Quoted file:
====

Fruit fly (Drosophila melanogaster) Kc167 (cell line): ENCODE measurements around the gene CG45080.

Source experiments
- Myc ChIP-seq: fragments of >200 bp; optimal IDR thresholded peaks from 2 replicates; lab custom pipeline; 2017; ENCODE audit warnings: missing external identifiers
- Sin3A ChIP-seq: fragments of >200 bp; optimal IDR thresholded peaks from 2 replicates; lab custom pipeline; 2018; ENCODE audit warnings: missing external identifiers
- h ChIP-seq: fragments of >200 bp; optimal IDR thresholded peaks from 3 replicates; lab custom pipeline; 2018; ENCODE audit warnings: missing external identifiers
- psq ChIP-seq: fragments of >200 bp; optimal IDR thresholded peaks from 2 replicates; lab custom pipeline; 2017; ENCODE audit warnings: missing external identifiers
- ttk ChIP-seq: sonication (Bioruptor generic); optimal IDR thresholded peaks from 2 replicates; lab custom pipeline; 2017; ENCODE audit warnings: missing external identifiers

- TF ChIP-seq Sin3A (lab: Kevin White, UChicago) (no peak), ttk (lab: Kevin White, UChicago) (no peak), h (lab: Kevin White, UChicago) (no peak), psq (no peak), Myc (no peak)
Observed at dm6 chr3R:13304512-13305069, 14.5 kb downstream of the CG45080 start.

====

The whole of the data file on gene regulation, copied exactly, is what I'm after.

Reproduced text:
Fruit fly (Drosophila melanogaster) Kc167 (cell line): ENCODE measurements around the gene CG45080.

Source experiments
- Myc ChIP-seq: fragments of >200 bp; optimal IDR thresholded peaks from 2 replicates; lab custom pipeline; 2017; ENCODE audit warnings: missing external identifiers
- Sin3A ChIP-seq: fragments of >200 bp; optimal IDR thresholded peaks from 2 replicates; lab custom pipeline; 2018; ENCODE audit warnings: missing external identifiers
- h ChIP-seq: fragments of >200 bp; optimal IDR thresholded peaks from 3 replicates; lab custom pipeline; 2018; ENCODE audit warnings: missing external identifiers
- psq ChIP-seq: fragments of >200 bp; optimal IDR thresholded peaks from 2 replicates; lab custom pipeline; 2017; ENCODE audit warnings: missing external identifiers
- ttk ChIP-seq: sonication (Bioruptor generic); optimal IDR thresholded peaks from 2 replicates; lab custom pipeline; 2017; ENCODE audit warnings: missing external identifiers

- TF ChIP-seq Sin3A (lab: Kevin White, UChicago) (no peak), ttk (lab: Kevin White, UChicago) (no peak), h (lab: Kevin White, UChicago) (no peak), psq (no peak), Myc (no peak)
Observed at dm6 chr3R:13304512-13305069, 14.5 kb downstream of the CG45080 start.